The_8th_mage
69 posts / 1 project
High tech integration methods
i saw in stream 43 that casey used a regular integration method, something like
p'=1/2*a*t^2+vt+p
in the past, i saw an article which said that using that integration method is not great, and you should use something like runge-kute or vervet method, or something simple like averaging the velocities between start and end. is casie saving it for future episodes or he just doesn't think it's significant?
Casey Muratori
801 posts / 1 project
Casey Muratori is a programmer at Molly Rocket on the game 1935 and is the host of the educational programming series Handmade Hero.
High tech integration methods
Those are numerical integration techniques, not analytical integration techniques. You always use analytic functions if you have them, because they're perfect. You only use Runge-Kutta or Verlet schemes when you have to do numerical integration, which is not perfect.

Since we're not trying to do physical simulation, we may never have to do numerical integration, and may always be able to do perfect integration, which is always strictly superior because it has literally no error besides bit rounding.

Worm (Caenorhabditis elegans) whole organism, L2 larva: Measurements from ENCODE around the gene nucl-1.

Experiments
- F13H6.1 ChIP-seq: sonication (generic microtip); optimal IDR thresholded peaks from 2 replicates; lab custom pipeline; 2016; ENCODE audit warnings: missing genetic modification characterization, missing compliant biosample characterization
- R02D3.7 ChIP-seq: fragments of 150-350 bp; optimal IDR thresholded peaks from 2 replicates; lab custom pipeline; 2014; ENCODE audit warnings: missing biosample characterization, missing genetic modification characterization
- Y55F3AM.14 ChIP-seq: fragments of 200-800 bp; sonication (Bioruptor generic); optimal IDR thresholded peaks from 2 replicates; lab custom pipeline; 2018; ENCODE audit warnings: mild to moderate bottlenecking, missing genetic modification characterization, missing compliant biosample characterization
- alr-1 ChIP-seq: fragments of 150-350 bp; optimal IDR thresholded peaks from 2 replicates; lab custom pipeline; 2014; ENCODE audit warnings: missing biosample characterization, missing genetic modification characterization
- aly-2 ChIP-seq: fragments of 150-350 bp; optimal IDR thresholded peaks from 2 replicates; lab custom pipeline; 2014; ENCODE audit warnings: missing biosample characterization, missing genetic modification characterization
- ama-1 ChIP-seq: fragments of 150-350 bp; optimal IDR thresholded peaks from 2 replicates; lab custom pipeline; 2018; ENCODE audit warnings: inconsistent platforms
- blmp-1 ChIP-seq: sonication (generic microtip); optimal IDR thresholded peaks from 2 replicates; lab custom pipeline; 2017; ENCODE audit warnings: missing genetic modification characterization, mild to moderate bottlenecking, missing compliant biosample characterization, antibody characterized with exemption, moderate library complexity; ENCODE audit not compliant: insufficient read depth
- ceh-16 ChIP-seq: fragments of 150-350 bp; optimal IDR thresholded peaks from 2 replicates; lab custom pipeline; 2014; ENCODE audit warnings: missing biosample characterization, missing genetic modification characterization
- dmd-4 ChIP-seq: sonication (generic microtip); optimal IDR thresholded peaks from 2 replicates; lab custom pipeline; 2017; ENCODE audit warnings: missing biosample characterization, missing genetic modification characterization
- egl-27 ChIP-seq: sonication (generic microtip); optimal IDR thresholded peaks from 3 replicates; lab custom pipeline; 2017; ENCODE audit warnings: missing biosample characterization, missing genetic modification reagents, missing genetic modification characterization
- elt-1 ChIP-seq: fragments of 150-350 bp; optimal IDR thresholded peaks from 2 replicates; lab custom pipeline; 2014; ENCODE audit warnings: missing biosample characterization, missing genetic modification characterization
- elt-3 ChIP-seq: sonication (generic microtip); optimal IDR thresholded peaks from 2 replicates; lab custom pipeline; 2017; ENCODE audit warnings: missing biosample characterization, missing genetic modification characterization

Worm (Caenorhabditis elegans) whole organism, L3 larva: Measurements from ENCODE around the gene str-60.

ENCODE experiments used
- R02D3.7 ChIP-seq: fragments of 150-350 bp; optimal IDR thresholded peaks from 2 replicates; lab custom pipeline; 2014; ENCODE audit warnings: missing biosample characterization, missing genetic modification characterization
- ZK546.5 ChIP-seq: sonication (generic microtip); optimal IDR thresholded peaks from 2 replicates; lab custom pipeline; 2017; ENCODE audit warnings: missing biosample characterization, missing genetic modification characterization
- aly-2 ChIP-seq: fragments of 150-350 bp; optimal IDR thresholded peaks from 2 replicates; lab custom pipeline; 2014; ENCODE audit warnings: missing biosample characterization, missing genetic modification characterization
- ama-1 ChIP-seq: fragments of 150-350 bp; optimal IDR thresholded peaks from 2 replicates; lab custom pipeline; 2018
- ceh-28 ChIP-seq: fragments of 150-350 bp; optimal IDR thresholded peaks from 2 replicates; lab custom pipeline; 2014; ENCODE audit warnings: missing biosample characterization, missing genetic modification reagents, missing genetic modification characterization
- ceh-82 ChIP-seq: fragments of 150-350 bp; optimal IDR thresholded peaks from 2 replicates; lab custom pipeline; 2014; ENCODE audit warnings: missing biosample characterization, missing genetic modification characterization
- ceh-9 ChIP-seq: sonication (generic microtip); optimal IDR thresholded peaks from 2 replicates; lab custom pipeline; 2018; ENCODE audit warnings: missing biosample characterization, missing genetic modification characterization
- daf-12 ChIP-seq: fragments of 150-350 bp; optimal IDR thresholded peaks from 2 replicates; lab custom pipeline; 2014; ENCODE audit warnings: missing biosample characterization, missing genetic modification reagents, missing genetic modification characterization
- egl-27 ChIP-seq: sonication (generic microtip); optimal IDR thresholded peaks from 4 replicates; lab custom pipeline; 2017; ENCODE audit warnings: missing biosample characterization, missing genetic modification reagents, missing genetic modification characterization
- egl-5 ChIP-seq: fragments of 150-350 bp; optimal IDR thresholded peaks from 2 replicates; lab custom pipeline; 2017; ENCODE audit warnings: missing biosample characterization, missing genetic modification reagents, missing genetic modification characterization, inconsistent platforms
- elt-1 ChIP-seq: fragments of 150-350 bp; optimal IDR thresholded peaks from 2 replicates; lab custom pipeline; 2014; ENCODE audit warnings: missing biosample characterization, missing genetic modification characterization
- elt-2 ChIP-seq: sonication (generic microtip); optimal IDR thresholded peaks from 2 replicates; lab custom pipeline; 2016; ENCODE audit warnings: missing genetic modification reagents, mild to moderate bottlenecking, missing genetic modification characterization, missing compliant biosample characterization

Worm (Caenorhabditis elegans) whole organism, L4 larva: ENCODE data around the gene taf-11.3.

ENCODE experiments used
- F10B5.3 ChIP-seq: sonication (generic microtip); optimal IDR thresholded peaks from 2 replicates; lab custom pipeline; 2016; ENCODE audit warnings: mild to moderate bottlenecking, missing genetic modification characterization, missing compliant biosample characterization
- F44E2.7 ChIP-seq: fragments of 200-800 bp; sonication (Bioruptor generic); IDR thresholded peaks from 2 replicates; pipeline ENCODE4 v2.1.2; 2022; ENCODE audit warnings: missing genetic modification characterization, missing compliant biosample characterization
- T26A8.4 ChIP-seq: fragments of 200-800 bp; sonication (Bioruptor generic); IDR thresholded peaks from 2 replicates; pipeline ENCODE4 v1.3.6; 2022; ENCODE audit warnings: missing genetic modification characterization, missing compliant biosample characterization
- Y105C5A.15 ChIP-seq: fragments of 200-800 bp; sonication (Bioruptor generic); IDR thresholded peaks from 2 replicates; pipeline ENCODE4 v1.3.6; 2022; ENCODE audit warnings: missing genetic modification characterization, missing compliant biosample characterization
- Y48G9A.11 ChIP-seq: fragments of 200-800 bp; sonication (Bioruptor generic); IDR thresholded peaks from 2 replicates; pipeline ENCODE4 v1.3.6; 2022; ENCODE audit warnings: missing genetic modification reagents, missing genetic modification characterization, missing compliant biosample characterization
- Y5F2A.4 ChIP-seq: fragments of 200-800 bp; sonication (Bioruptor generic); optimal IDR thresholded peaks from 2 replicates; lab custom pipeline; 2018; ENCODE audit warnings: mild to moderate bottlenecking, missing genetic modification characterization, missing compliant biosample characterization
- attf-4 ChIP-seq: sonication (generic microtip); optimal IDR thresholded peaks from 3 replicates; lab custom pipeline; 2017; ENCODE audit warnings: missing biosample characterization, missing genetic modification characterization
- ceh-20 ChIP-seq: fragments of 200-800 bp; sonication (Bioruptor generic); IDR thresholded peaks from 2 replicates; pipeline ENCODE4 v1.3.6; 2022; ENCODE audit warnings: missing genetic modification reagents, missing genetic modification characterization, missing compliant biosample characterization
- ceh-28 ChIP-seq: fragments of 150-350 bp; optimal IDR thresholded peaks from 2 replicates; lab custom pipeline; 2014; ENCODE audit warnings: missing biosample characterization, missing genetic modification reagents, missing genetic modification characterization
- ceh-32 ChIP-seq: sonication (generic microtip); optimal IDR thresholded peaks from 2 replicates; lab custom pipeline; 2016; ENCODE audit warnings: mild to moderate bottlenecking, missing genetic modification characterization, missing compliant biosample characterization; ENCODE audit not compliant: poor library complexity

- Casey
Benjamin Kloster
48 posts
High tech integration methods
Edited by Benjamin Kloster on
Methods like Runge-Kutta or Verlet are for solving differential equations. In the case of the motion equations, they aren't necessary, unless the acceleration depends not only on the time, but also on the current position (force field) and / or velocity (drag).

Even then, you could get away with using simple integration if the force field's strength or direction doesn't vary too much over the length dt * v(t), where dt is the current time step. In this case, you can just assume a to be constant and integration becomes trivial. Similarly for drag.
The_8th_mage
69 posts / 1 project
High tech integration methods
What about collision detection? That's a force field which vary significantly in vdt, anyway, i think that euler is bad even for forces that doesn't vary significantly.
Benjamin Kloster
48 posts
High tech integration methods
Yes, force-based collision resolution is one of the cases where it can be necessary to resort to numerical integration. But, especially in 2D games with simple collision hulls, collision resolution can often be done exactly with impulse reflection instead of applying forces.
The_8th_mage
69 posts / 1 project
High tech integration methods
Collision reflection is like an infinite force, thats why i think you should use those methods. I think that even a 2D game, has to use an elaborate way to handle collisions, to avoid framerate dependence and speed dependence and what's not.